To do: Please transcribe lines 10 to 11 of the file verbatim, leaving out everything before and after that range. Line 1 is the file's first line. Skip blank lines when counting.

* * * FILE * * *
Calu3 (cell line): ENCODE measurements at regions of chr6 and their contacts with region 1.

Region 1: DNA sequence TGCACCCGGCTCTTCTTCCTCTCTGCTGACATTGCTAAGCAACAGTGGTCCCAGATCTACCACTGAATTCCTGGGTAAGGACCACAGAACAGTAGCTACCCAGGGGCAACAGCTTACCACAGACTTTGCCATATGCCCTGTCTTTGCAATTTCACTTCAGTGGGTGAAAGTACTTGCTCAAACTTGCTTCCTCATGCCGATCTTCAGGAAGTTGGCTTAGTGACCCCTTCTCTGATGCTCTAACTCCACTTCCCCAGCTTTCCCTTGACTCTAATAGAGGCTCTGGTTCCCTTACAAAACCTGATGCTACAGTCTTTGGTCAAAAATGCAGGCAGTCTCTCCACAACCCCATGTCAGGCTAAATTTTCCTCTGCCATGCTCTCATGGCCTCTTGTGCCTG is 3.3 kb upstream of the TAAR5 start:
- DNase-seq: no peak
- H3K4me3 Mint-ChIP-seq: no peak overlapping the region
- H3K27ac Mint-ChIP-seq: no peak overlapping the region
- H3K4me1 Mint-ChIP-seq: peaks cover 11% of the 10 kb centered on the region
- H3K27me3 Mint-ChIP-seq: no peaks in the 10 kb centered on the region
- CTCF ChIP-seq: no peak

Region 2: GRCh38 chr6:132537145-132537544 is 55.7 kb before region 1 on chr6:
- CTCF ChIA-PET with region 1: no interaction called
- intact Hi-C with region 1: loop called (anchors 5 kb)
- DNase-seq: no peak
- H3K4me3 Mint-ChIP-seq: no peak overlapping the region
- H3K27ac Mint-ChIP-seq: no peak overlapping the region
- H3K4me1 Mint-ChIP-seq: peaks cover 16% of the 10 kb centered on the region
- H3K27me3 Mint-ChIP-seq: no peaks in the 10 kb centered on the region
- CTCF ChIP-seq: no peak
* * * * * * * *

- CTCF ChIA-PET with region 1: no interaction called
- intact Hi-C with region 1: loop called (anchors 5 kb)